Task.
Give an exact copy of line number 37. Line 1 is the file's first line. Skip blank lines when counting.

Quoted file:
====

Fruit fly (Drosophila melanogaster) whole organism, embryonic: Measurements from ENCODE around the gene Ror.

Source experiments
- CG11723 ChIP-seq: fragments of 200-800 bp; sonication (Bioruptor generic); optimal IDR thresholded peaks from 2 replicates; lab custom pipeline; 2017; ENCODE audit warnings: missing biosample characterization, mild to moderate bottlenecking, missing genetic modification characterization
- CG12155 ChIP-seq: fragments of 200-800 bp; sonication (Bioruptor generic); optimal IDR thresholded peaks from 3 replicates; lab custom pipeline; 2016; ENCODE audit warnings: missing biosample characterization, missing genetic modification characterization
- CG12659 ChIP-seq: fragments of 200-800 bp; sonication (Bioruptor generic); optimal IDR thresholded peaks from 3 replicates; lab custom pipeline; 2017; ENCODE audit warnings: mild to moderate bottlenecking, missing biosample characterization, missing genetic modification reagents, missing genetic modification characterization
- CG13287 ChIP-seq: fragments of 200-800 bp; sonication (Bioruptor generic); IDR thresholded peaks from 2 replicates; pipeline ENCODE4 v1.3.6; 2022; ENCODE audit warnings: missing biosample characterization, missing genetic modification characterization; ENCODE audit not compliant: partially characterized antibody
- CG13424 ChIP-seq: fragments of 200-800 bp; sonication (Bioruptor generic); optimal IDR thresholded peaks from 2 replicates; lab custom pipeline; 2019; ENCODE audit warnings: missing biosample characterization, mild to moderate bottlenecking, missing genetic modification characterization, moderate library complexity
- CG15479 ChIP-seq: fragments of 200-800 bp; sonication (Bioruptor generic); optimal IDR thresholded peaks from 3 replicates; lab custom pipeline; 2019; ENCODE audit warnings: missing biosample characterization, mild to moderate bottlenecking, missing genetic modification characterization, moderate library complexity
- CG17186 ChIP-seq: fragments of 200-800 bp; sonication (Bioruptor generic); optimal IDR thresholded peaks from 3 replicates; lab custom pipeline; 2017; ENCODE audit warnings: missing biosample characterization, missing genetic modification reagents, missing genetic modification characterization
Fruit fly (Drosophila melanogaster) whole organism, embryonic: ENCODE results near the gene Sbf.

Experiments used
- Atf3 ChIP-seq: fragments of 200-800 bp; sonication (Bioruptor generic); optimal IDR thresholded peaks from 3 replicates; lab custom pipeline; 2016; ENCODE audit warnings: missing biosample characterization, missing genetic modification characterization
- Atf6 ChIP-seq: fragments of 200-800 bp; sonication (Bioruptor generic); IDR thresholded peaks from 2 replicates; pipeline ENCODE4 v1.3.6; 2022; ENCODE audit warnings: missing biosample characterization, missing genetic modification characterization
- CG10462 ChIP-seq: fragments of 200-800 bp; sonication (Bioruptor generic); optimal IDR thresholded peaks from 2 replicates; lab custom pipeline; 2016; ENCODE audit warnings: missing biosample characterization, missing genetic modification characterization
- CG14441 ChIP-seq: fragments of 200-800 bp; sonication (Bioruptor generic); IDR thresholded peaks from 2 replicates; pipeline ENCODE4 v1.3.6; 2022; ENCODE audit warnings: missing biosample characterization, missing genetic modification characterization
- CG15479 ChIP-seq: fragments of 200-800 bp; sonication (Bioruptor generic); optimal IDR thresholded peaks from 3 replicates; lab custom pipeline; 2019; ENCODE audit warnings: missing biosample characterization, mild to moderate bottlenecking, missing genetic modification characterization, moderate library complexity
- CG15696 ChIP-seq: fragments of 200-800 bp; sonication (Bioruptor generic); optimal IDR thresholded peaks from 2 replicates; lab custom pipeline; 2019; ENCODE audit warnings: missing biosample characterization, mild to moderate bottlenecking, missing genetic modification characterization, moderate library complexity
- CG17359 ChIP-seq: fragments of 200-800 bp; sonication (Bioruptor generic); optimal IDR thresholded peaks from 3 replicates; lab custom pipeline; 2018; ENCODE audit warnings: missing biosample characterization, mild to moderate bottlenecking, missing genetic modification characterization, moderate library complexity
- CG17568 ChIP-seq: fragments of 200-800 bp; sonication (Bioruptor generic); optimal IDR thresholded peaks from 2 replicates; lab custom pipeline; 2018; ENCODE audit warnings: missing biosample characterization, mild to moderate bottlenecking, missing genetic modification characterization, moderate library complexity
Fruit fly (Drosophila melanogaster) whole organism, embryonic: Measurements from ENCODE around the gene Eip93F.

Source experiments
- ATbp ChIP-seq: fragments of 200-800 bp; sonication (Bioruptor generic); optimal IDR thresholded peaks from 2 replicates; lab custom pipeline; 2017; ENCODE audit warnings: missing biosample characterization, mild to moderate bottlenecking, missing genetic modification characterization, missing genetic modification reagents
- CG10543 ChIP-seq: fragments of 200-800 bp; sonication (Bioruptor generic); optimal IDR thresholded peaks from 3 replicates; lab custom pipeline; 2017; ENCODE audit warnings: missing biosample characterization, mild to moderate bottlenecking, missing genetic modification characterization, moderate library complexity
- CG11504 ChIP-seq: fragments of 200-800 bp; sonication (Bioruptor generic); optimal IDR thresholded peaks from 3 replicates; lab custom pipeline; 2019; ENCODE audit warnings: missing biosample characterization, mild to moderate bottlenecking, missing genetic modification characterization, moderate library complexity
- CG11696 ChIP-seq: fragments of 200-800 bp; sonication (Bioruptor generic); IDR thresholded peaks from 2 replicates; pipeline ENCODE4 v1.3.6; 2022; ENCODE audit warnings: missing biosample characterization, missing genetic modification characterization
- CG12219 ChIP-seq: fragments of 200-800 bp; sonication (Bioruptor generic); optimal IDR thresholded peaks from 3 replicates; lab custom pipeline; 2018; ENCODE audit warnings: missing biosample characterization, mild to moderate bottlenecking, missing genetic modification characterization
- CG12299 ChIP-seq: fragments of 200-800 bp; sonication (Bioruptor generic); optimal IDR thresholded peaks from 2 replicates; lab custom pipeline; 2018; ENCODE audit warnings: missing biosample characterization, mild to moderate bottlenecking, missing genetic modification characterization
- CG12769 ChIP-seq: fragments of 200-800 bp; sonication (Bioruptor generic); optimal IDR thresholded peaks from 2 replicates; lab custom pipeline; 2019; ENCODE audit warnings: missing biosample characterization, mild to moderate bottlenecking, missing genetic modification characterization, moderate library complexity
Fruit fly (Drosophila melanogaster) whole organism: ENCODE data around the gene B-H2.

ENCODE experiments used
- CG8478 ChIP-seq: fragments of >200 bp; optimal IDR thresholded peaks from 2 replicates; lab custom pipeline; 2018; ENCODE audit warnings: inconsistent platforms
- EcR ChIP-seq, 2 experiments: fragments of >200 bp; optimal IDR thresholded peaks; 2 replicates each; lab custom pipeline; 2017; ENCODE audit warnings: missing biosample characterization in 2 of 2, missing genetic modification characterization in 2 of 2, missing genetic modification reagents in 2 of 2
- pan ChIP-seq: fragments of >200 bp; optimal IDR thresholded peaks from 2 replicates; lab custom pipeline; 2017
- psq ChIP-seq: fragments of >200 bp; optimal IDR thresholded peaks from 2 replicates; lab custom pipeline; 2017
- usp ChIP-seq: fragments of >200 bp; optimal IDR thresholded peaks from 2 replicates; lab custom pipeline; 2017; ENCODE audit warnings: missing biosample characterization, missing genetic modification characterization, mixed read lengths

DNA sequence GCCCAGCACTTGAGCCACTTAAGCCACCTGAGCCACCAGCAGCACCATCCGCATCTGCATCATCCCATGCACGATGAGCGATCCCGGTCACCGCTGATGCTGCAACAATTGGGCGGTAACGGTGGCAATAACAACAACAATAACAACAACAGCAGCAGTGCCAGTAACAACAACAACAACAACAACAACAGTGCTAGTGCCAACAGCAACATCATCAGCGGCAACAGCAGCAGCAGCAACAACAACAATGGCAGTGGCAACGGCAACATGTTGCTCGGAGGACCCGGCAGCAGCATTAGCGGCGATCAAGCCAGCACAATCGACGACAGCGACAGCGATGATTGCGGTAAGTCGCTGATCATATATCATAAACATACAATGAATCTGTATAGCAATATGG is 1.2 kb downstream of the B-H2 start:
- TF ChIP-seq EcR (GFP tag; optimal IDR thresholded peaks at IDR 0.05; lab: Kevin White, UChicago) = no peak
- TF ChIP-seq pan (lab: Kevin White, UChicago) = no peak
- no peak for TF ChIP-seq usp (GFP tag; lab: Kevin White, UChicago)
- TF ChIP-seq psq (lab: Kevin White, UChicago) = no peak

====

- TF ChIP-seq EcR (GFP tag; optimal IDR thresholded peaks at IDR 0.05; lab: Kevin White, UChicago) = no peak